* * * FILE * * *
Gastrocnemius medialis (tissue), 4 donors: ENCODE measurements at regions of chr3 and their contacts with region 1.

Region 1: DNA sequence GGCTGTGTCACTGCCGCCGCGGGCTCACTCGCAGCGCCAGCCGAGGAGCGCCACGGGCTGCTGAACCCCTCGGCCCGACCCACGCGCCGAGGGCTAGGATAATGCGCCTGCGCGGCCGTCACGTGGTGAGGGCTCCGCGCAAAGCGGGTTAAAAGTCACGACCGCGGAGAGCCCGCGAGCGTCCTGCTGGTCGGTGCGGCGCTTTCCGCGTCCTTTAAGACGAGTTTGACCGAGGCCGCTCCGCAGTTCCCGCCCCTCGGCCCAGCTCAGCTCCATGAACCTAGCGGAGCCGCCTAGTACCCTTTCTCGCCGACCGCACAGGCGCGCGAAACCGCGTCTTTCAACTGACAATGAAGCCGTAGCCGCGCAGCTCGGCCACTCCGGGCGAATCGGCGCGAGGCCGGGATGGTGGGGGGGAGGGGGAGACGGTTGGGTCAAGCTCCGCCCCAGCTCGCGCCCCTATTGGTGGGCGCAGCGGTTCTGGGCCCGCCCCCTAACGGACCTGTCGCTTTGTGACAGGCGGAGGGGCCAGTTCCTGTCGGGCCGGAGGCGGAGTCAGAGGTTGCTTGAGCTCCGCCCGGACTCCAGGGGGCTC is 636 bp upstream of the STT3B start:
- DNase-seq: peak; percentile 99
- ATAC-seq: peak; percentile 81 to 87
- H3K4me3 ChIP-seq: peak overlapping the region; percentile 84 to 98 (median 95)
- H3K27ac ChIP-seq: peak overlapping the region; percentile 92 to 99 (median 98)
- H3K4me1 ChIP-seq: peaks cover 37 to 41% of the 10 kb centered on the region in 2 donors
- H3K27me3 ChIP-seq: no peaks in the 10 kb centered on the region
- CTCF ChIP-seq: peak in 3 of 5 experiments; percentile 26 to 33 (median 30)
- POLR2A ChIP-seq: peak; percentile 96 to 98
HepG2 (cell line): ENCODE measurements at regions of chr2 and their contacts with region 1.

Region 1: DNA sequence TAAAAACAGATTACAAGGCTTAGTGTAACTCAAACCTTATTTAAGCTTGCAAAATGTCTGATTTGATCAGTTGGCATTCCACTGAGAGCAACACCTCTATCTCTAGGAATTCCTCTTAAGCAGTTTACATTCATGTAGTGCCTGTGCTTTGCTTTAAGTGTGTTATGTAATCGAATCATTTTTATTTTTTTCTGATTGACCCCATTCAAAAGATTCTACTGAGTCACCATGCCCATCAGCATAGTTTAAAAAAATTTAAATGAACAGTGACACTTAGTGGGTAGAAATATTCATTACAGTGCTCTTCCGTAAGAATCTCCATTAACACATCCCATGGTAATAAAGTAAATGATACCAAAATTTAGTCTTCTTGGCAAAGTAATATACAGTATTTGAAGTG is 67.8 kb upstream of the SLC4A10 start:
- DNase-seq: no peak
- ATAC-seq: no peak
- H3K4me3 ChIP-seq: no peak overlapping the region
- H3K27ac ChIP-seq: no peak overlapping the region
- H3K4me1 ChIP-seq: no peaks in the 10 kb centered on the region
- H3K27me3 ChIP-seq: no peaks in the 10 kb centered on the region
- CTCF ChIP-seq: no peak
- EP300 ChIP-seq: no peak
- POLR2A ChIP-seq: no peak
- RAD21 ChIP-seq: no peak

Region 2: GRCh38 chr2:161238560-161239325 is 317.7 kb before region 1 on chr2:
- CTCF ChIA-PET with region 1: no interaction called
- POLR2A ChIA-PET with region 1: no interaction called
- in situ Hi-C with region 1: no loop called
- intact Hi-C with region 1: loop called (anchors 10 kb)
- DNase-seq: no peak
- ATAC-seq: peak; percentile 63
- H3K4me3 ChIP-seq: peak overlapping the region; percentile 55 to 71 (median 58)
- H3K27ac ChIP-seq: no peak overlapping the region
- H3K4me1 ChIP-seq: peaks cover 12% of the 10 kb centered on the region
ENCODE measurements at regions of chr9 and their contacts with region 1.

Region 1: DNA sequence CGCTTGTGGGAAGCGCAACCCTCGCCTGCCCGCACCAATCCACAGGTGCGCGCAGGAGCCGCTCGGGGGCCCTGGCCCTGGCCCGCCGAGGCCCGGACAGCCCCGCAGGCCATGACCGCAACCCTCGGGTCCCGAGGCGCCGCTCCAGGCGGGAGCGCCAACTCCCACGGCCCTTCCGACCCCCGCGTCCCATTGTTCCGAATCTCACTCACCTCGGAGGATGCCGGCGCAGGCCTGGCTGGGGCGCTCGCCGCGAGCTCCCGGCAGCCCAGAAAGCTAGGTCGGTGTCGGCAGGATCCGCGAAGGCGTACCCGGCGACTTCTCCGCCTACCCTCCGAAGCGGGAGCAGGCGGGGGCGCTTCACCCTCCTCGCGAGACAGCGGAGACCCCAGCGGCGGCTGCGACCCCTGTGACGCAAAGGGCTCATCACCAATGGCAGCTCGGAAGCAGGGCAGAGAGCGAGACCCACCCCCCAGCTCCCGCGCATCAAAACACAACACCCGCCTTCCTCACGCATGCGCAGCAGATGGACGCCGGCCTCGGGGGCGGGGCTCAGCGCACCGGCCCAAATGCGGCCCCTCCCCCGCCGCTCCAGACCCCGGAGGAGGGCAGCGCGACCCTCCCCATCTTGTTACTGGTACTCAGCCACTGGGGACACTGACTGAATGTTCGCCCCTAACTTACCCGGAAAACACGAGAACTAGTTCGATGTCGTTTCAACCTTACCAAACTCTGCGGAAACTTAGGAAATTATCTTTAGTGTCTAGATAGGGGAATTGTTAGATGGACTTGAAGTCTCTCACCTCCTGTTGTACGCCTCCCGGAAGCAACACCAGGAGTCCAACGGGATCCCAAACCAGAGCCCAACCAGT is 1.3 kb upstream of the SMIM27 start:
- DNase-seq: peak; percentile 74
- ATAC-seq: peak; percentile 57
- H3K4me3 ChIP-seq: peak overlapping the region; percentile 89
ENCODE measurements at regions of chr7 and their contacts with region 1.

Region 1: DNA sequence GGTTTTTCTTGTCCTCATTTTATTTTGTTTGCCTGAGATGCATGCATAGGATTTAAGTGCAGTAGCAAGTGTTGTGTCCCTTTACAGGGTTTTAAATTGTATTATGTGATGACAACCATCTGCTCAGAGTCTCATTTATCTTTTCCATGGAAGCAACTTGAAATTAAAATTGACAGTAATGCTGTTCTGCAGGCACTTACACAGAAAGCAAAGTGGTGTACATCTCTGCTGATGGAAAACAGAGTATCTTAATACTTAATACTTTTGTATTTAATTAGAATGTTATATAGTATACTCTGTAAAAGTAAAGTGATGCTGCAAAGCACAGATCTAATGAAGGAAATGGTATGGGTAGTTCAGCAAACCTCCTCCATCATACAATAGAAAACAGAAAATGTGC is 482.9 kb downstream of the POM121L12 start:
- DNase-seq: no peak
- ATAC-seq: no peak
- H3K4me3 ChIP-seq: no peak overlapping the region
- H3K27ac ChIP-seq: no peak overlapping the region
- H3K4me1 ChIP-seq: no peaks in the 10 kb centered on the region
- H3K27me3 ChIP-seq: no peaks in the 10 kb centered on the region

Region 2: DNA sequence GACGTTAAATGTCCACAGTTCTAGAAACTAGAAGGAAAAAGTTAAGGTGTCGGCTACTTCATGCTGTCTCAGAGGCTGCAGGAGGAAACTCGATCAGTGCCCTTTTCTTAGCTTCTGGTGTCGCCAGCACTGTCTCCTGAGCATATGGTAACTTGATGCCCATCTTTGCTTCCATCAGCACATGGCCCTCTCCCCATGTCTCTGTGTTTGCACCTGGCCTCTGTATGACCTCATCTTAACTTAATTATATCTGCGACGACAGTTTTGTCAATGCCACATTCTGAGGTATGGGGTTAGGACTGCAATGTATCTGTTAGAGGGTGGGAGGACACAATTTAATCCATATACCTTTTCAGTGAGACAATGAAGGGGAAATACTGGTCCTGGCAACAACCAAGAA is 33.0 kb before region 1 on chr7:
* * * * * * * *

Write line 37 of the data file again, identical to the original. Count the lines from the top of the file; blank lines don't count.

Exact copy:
- H3K4me3 ChIP-seq: peak overlapping the region; percentile 89